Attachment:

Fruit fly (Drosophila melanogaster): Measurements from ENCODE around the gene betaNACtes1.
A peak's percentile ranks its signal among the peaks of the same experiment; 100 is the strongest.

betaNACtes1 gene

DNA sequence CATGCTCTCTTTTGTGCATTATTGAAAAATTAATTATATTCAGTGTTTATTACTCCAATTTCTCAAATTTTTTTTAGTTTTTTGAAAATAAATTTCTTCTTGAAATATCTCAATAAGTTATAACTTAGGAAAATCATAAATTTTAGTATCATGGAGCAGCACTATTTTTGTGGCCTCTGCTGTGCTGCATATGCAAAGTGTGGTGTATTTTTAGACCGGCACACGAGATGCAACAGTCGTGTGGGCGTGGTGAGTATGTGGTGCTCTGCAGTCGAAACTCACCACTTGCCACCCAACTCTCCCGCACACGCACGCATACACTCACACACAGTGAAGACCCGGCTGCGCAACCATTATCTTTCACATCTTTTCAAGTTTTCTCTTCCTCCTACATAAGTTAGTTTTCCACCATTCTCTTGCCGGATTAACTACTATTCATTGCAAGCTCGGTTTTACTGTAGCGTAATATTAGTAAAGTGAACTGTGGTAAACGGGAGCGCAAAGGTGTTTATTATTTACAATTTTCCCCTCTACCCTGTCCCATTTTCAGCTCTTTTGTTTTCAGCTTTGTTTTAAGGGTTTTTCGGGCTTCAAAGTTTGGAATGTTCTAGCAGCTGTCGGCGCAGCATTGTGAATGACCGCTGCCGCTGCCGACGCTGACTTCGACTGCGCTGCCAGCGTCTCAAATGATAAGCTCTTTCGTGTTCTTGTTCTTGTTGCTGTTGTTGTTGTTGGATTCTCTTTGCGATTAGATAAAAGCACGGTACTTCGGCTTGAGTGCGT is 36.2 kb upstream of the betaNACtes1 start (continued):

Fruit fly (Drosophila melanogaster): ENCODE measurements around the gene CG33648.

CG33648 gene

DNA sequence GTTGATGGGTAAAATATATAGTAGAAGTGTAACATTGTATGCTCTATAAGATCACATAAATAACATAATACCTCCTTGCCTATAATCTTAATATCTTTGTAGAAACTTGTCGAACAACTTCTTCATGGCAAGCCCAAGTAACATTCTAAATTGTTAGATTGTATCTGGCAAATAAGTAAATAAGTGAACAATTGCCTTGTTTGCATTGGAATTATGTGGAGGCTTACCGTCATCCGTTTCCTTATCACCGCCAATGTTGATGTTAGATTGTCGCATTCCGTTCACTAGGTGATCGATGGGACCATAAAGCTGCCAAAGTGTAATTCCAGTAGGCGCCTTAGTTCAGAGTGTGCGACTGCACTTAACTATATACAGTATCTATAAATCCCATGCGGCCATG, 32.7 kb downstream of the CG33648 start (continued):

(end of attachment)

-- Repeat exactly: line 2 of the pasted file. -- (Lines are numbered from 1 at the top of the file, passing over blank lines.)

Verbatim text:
A peak's percentile ranks its signal among the peaks of the same experiment; 100 is the strongest.